One of the first things that we started doing with our first child (9 years ago) was to visit a local apple orchard 2-3 times in the fall. Now, we are a booming family of five (three boys) and travelling to apple orchards are some of our fall highlights.
Travelling to a local orchard or pumpkin patch is an inexpensive, enjoyable, healthy, and an educational activity that anyone across the country can enjoy. In my opinion, there are five key rules that will enable you to have the best experience as a family.
#1 – Find a small orchard for the best experience. Large orchards can almost be like going to a mall with trees with prices to match. For the last 3-4 years, our family travels on backroads and small highways to a small, but dynamic, orchard about an hour’s drive away. On the drive, it gives me a chance to educate the kids about farming, how combines work, the lives of farmer’s, and point out old one room schoolhouses that their grandfather attended. This small orchard has a wide variety of produce, pumpkins, and lots of kid’s activities from corn mazes to obstacles courses and tire swings. The prices, as you would expect, are very reasonable. Finally, my grandparents lived on a small farm so going to a small farm is a bit of a homecoming.
#2 – Pick what you will eat. We buy only what we can eat, it is great to pick five pounds of apples, but have you ever tried to eat five pounds of apples? Expenses at orchards go out of control when you pick without purpose. Sample a few of each type of produce and pick only the best. This way, you get a wide variety of apples, a fun experience, maybe even a bit of a wobbly trip on an apple ladder.
#3 – Consider picking Pumpkins. I discovered Pumpkins are a lot cheaper. Around Halloween, prices of pumpkins in stores can go through the roof and can make my face resemble that of a jack o’lantern when I buy five. With our children, we let them find and pick their own pumpkins. This has become a great family experience with each of them pulling and carrying their pumpkin back to the shed to check out. The reduced prices of orchard pumpkins nearly pay for the trip itself when compared to grocery store prices.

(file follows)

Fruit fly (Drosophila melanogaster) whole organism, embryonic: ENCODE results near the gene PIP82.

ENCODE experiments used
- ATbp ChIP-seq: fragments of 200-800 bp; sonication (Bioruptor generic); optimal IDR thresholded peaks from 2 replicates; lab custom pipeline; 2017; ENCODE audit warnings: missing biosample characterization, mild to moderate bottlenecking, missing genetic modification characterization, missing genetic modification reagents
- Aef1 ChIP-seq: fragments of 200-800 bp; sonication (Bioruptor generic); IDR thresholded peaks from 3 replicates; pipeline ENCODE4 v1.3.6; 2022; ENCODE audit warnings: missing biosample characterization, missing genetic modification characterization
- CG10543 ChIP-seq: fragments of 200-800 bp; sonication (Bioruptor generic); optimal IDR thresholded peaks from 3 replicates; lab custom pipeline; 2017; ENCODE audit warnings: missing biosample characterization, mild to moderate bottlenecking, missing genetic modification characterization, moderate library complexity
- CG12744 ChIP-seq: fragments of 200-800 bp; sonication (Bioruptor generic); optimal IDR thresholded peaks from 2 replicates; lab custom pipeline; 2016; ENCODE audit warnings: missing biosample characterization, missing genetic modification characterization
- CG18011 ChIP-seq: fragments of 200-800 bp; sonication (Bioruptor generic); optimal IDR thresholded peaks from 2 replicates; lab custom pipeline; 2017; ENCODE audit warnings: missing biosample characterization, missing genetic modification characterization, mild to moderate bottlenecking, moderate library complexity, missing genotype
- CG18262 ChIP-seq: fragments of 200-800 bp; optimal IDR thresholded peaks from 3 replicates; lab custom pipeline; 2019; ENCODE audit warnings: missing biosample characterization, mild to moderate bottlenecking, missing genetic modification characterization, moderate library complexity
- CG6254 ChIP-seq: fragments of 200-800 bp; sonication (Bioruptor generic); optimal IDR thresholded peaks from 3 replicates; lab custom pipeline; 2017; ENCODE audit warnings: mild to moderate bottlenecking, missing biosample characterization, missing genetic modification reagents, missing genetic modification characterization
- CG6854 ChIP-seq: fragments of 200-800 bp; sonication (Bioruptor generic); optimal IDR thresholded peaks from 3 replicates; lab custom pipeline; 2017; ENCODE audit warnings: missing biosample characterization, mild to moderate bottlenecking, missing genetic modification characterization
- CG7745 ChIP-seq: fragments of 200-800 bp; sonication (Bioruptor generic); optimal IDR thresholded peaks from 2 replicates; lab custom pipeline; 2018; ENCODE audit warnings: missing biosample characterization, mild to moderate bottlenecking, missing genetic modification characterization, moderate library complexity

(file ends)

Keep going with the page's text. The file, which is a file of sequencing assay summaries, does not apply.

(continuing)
#4 – Make apples into inexpensive treats. Before you leave, have a plan what to do with the apples. Apple pie, homemade applesauce, apple turnovers, and warm apples on waffles are only a few of the possibilities. You can also eat the apples just as they are! Having an activity the evening you get back or the next day where the kids make their own apple treats is another inexpensive family activity.
#5 – Be mindful of the add on’s. One year and $20 in uneaten Apple jelly later, we became aware that the last minute additions to the checkout cart really add up. Remember, apple orchards are a business too. Feel free to have a splurge for an apple doughnut (I highly recommend them) or some cider, but keep to very reasonable quantities and make sure it’s in your monthly budget.
Apple orchards are an inexpensive and enjoyable family bonding activity for the fall. Selecting a small orchard, ensuring you pick what you eat, obtaining inexpensive pumpkins, and then watching the add on’s at the checkout counter will ensure an inexpensive experience combined with an incredible fall day. Have a great time!
Share some of your recommendations on how you made an apple or fruit orchard an amazing family trip while not breaking the family budget!
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- Ways to Keep Holiday Spending in Control
Author Bio: Chad Storlie is a Retired US Army Officer, the author of Combat Leader to Corporate Leader and has published over 230 articles in over 140 publications on military veterans, career advancement, business, leadership, strategy, education, financial planning, and national security topics. Chad excels as an author, mentor, speaker, and teacher showing business leaders and military veterans how military skills make lives, careers, and businesses better. Chad is an adjunct Professor of Marketing at Creighton University. Chad has a BA from Northwestern University and an MBA from Georgetown University. Follow Chad @CombatToCorp and www.CombatToCorporate.com.